It had been the best and worst of times from conception through developmental readiness for preschool, and now Nell and Sam had a screaming child in the carseat of the Volvo as they sat in stagnant traffic on Lincoln. In Brett Ellis’ day people were afraid to merge, but now they were back to the old fear: terrified of being left out.
They parked, partly in the red, in front of a tiny cottage worth north of a million dollars and hurried toward another tiny cottage where young parents were streaming in with either feigned, or worse yet real, social assuredness. Ant met Sam and Nell at the door, warmly greeting with grey hair and an earthy handshake; CSI treatment of her strong yet lovely hand would have revealed traces of Playdough (particularly purple and brown), sand dust and Fig Newton with hints of juice.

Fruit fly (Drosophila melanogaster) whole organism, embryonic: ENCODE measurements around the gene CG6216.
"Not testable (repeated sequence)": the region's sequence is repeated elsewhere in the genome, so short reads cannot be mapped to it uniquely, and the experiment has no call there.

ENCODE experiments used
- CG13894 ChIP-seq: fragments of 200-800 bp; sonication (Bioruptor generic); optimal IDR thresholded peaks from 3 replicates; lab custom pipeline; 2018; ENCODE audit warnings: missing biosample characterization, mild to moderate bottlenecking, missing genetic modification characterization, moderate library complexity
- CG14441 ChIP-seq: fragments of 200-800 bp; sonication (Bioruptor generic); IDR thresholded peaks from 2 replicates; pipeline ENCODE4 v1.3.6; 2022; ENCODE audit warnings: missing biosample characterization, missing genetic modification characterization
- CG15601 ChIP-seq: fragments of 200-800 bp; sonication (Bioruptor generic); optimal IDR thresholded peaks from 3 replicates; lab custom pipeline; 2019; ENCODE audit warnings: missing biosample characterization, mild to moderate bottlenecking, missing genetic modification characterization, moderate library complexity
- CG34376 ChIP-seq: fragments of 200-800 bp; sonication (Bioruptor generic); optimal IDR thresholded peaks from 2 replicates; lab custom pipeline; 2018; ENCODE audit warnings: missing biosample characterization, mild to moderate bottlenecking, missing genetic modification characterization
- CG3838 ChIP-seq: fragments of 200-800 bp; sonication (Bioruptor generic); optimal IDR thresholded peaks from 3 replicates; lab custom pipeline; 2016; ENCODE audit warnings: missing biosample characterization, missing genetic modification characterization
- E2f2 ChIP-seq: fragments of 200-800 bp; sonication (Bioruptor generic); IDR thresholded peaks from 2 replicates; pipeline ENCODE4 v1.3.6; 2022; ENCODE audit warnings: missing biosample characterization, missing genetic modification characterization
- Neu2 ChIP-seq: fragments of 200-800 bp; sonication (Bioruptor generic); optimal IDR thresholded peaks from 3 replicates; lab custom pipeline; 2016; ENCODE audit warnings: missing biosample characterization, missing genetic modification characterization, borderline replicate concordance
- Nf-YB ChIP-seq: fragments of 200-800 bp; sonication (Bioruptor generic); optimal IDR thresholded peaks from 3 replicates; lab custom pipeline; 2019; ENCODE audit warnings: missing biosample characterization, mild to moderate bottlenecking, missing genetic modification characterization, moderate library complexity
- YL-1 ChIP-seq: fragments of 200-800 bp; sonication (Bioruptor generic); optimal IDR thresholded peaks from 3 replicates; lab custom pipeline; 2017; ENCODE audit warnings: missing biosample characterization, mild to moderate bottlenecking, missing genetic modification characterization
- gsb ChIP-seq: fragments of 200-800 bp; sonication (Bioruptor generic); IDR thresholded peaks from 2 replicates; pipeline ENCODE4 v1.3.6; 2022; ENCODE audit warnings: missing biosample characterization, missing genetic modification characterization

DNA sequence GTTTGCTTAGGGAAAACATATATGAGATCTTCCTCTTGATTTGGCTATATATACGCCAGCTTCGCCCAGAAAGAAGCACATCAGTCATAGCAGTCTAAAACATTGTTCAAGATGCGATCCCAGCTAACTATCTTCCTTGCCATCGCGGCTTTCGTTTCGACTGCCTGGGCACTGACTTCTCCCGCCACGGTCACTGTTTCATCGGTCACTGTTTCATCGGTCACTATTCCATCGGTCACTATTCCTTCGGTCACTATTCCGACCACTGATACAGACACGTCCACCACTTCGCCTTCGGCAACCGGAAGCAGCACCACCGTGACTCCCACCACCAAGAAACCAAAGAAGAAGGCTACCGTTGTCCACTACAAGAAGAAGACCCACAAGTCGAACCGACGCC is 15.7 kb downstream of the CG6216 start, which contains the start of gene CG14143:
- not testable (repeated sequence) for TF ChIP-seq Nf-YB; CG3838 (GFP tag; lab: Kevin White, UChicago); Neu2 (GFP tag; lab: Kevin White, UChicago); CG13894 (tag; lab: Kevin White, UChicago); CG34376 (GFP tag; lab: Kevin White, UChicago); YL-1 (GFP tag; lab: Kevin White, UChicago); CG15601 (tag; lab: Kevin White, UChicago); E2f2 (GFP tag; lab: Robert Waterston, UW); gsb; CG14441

“This is Martzy,” Nell said, gesturing their large-eyed vaguely languid when not enraged 2 1/2 year-old. Ant locked eyes on Martzy, as Sam wondered if her brain was like the Terminator, scanning for defects, social disturbance, retardation, ADHD, Autism and anything else that might make a child a “poor fit” for a prestigious institution of elemental learning. Meanwhile Ant dropped in a squat, and offered two fingers for Martzy to grasp, which he did like a natural. Nell was already filled with hope: her boy was gifted and Ant was a wonder-worker with children—The Toddler Whisperer.